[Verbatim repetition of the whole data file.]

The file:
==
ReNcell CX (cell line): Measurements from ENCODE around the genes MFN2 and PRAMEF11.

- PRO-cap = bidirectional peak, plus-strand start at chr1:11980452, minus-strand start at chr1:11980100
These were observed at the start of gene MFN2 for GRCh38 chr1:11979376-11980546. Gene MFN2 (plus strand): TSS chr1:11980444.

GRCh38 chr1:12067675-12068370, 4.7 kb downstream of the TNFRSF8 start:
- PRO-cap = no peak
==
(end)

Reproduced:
ReNcell CX (cell line): Measurements from ENCODE around the genes MFN2 and PRAMEF11.

- PRO-cap = bidirectional peak, plus-strand start at chr1:11980452, minus-strand start at chr1:11980100
These were observed at the start of gene MFN2 for GRCh38 chr1:11979376-11980546. Gene MFN2 (plus strand): TSS chr1:11980444.

GRCh38 chr1:12067675-12068370, 4.7 kb downstream of the TNFRSF8 start:
- PRO-cap = no peak